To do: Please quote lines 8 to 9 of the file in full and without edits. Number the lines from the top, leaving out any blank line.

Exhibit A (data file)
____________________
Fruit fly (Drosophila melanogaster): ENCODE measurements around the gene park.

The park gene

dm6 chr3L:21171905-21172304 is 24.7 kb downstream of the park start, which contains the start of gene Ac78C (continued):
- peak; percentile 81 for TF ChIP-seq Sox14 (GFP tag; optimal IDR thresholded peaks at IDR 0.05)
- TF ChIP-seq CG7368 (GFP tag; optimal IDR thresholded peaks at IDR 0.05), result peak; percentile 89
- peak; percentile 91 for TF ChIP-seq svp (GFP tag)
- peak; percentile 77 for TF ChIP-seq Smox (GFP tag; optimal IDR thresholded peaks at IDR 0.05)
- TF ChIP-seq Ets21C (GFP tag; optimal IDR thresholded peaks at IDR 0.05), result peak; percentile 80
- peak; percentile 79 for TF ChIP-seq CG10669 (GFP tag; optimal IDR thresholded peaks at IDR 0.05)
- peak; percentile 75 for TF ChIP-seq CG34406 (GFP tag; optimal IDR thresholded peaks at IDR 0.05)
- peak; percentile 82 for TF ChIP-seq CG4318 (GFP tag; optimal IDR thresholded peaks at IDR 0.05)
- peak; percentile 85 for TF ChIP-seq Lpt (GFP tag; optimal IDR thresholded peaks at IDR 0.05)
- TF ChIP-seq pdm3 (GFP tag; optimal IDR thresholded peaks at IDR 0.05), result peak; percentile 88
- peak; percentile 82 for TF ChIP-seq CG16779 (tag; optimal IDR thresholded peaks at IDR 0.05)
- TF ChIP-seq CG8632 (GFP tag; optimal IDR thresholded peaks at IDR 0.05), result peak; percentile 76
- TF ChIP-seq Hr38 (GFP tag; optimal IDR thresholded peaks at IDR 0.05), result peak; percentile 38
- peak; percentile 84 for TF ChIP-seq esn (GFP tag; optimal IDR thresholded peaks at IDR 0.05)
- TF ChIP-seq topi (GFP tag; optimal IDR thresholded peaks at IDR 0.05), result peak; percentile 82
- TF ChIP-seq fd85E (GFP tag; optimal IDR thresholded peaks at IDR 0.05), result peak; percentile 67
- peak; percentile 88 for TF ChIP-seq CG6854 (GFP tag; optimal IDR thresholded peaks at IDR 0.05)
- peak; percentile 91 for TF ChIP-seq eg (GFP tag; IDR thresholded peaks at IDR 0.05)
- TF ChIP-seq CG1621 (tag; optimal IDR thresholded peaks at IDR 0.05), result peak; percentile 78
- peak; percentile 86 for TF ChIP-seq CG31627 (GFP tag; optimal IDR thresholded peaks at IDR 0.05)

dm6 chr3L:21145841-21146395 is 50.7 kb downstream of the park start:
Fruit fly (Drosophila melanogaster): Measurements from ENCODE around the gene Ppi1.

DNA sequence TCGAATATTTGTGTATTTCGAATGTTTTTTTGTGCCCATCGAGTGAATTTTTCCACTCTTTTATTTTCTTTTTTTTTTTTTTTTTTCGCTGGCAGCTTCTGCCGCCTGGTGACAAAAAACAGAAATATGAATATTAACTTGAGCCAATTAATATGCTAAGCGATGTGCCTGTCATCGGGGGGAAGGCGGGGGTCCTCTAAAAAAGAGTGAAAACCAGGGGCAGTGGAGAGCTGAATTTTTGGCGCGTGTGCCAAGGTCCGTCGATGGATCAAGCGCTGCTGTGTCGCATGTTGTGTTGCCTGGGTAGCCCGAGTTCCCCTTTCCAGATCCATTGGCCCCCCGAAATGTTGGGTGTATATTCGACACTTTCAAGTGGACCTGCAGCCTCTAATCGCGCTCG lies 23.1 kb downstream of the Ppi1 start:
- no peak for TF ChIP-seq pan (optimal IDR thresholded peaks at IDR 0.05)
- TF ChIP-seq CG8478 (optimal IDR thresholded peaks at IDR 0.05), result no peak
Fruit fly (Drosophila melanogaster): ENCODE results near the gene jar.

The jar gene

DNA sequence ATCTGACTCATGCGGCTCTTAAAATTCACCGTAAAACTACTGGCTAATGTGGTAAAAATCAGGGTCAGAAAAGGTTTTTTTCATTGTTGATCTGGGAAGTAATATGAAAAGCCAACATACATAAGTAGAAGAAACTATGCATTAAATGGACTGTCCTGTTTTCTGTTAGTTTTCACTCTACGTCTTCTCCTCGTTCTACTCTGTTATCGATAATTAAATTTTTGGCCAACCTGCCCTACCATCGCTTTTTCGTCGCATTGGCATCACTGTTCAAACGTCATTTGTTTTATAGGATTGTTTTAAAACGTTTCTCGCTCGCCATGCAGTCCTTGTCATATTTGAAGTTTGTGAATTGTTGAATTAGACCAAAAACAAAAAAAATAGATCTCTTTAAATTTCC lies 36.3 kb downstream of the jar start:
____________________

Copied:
- TF ChIP-seq Ets21C (GFP tag; optimal IDR thresholded peaks at IDR 0.05), result peak; percentile 80
- peak; percentile 79 for TF ChIP-seq CG10669 (GFP tag; optimal IDR thresholded peaks at IDR 0.05)